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Diwali: A New Federal Holiday

One of the biggest festivals in India and countless other South Asian countries is Diwali.

Although this holiday is celebrated by millions of people in the U.S.A. it only recently became a federal holiday in the US, introduced by Raja Krishnamoorthi, a congressman of Indian descent. The loved holiday was just around the corner earlier this month, but it sparked many controversies on federal holidays in the U.S.A.

Even if one doesn’t celebrate Diwali, it doesn’t take long to realize how important it is to millions, especially to those in India. Students in BSGE look forward impatiently to reunite with their families and celebrate. The substantial commemoration of light over dark, good over evil is a staple holiday that many Hindus look forward to every year.

Diwali has also been adopted into so many South Asian cultures besides India. One popular adaptation is Tihar, a 5-day holiday in Nepal celebrated by hundreds of thousands. “Everything about it from reuniting with my cousin and earning money is the absolute best, I couldn’t love it more,” a student at BSGE pleads. The range of Diwali exceeds countless countries, thus contributing to how this population deserves to be recognized in the U.S.A.

Despite how the population of India surpasses 4 million in the United States alone, it was not recognized as a federal American holiday until recent years. Due to how America was a predominantly white country, most holidays celebrated by minority groups get flushed out and go unrecognized. However, the country since then has diversified immensely, causing many groups to feel that their culture is invisible.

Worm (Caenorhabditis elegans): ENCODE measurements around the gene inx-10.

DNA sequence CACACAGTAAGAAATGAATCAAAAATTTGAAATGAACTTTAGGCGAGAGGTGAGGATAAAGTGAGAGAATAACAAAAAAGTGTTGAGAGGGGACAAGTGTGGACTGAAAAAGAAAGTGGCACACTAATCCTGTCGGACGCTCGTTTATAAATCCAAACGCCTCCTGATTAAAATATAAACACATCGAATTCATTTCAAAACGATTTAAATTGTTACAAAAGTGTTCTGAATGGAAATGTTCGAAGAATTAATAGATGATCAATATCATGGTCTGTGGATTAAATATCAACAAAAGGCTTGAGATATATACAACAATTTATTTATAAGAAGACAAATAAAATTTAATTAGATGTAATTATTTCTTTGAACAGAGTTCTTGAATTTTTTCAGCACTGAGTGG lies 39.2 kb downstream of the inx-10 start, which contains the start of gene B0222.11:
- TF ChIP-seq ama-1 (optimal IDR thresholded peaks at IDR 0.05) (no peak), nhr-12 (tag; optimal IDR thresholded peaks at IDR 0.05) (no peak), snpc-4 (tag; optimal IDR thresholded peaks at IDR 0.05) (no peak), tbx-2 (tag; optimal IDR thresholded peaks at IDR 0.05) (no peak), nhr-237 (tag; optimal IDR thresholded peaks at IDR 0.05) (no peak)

It is a shared experience from not just South Asian groups, but from all groups to be ashamed of their culture because of how unmatched and unique it is. One student in particular explains how from a young age, she always wanted to be white to be “just like everyone else” and for others to not question her heritage.

For others, it’s the harmful yet unfortunately common stereotypes made about their ethnicity that make people insecure. A handful of students at BSGE often say that though India is one of the most well-known countries, no one knows about their genuine culture nor cares to know about it. According to them, it’s like people subconsciously assume that they are just like unrealistic stereotypes.

Cultures should not make anyone feel like they don’t belong but instead make them honor the traditions and customs that make their culture special. Silencing out holidays that are crucial for millions will only strengthen that feeling and influence the desire of wanting to be “like everyone else” impressionable people.

Diversity is not something that the U.S.A. should be afraid of implementing in their country. Just like any other population, South Asian countries deserve to have their holidays recognized and appreciated as a federal holiday. Therefore making Diwali a federal holiday in the U.S.A. would be a big step in promoting diversity, especially in America.

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